No ed­u­ca­tion-in­come link?

Tampa Bay Times - - Opinion -

In the At­lantic, Rachel M. Co­hen says, sur­pris­ingly, that “a grow­ing body of re­search de­bunks the idea that school qual­ity is the main de­ter­mi­nant of eco­nomic mo­bil­ity.” Read “Ed­u­ca­tion Isn’t The Key To A Good In­come” in full at http://the­atln. tc/2yxwtn3. Here’s an ex­cerpt.

Broadly speak­ing, the idea is that if more kids grad­u­ate from high school, and achieve higher scores on stan­dard­ized tests, then more young peo­ple are likely to go to col­lege, and, in turn, land jobs that can se­cure them spots in the mid­dle class.

(Univer­sity of Cal­i­for­nia at Berke­ley econ­o­mist Jesse) Roth­stein’s new work com­pli­cates this nar­ra­tive. Us­ing data from sev­eral na­tional sur­veys, Roth­stein sought to scru­ti­nize (a Stan­ford) team’s work — look­ing to fur­ther test their hy­poth­e­sis that the qual­ity of a child’s ed­u­ca­tion has a sig­nif­i­cant im­pact on her abil­ity to ad­vance out of the so­cial class into which she was born.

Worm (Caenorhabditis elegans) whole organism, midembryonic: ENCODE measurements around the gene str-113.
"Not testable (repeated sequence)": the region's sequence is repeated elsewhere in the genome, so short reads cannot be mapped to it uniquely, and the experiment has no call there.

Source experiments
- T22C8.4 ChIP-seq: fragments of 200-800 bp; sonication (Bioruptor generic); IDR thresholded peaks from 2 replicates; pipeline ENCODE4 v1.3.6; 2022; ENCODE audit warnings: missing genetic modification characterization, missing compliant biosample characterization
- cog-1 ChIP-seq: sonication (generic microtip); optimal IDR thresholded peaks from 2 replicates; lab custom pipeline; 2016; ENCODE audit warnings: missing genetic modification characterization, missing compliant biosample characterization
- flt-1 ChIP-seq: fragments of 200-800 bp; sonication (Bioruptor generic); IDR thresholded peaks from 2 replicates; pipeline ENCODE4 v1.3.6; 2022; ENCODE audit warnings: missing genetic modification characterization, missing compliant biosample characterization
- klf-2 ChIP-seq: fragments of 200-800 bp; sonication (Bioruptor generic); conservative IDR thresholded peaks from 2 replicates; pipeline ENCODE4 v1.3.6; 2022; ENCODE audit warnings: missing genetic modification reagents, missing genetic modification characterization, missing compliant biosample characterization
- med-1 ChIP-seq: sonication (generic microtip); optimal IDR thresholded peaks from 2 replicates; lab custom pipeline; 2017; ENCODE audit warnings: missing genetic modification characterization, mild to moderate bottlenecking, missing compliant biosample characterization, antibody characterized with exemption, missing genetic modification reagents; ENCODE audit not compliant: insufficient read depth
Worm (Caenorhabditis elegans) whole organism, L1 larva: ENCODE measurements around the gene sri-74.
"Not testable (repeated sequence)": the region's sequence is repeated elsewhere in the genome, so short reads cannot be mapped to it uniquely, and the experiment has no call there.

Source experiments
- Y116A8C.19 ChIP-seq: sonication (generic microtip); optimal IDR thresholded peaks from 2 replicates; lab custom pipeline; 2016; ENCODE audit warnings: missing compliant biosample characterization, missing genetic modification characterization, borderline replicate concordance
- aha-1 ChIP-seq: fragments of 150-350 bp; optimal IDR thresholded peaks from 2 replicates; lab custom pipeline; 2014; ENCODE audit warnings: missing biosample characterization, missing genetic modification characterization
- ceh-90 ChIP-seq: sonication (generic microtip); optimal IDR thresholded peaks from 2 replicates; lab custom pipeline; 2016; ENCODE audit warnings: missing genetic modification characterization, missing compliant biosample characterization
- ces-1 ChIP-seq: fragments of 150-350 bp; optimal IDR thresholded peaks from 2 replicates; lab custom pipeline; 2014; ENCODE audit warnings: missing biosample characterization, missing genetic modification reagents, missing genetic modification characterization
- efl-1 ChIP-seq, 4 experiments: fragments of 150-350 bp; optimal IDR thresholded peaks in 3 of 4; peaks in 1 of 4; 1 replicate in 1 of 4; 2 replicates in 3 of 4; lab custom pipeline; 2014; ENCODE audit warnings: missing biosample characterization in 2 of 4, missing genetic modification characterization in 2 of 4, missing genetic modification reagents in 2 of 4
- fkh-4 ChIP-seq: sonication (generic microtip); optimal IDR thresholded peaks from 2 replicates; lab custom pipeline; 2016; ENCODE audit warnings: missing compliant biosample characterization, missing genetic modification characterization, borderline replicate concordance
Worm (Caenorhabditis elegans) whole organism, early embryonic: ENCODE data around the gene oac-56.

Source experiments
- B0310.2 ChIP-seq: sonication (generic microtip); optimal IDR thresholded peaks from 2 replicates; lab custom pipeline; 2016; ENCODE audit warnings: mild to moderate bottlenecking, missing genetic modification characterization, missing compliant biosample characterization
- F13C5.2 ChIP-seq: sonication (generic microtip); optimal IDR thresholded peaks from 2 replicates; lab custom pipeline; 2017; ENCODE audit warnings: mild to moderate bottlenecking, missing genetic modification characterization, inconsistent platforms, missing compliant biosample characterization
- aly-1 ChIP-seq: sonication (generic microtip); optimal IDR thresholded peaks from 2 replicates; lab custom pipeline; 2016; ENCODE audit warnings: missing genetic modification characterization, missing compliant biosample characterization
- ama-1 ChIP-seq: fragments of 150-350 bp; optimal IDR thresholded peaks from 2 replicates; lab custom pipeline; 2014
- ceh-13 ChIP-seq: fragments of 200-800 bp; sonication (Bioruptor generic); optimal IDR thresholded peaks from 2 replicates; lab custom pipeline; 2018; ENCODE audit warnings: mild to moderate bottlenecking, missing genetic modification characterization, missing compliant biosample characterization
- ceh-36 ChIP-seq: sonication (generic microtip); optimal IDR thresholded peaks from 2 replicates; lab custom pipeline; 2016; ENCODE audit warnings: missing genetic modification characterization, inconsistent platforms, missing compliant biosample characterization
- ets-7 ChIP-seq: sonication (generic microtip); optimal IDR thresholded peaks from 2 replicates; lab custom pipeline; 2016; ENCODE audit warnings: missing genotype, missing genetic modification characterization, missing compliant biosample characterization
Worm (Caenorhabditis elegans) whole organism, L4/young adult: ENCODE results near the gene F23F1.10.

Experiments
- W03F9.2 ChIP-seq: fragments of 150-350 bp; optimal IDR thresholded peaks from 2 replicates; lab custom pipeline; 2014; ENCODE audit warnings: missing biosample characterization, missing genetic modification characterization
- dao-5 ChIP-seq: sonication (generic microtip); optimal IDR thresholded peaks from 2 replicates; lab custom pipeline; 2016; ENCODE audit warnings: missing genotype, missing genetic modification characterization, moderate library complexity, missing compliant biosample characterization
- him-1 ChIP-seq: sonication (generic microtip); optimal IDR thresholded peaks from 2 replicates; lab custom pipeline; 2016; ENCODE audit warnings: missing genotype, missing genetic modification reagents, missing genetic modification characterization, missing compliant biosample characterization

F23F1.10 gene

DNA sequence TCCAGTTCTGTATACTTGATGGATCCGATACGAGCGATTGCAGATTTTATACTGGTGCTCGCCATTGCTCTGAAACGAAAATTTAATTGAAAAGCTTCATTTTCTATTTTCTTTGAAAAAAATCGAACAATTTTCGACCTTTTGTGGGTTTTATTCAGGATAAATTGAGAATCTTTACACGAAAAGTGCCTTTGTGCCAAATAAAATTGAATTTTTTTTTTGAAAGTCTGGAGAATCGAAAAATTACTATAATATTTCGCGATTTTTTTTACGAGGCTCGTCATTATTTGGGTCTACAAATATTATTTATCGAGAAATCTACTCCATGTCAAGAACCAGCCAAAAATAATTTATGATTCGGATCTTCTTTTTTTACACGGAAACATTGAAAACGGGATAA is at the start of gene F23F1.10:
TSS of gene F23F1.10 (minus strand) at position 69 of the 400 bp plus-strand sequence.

Roth­stein, how­ever, found lit­tle ev­i­dence to sup­port that premise. In­stead, he found that dif­fer­ences in lo­cal la­bor mar­kets — for ex­am­ple, how sim­i­lar in­dus­tries can vary across dif­fer­ent com­mu­ni­ties — and mar­riage pat­terns, such as higher con­cen­tra­tions of sin­gle-par­ent house­holds, seemed to make much more of a dif­fer­ence than school qual­ity. He con­cludes that fac­tors like higher min­i­mum wages, the pres­ence and strength of la­bor unions, and clear ca­reer path­ways within lo­cal in­dus­tries are likely to play more im­por­tant roles in fa­cil­i­tat­ing a poor child’s abil­ity to rise up the eco­nomic lad­der when they reach adult­hood. For Roth­stein, there’s no rea­son to as­sume that im­prov­ing schools will be nec­es­sary or suf­fi­cient for im­prov­ing some­one’s eco­nomic prospects. “We can’t ed­u­cate peo­ple out of this prob­lem,” he says.

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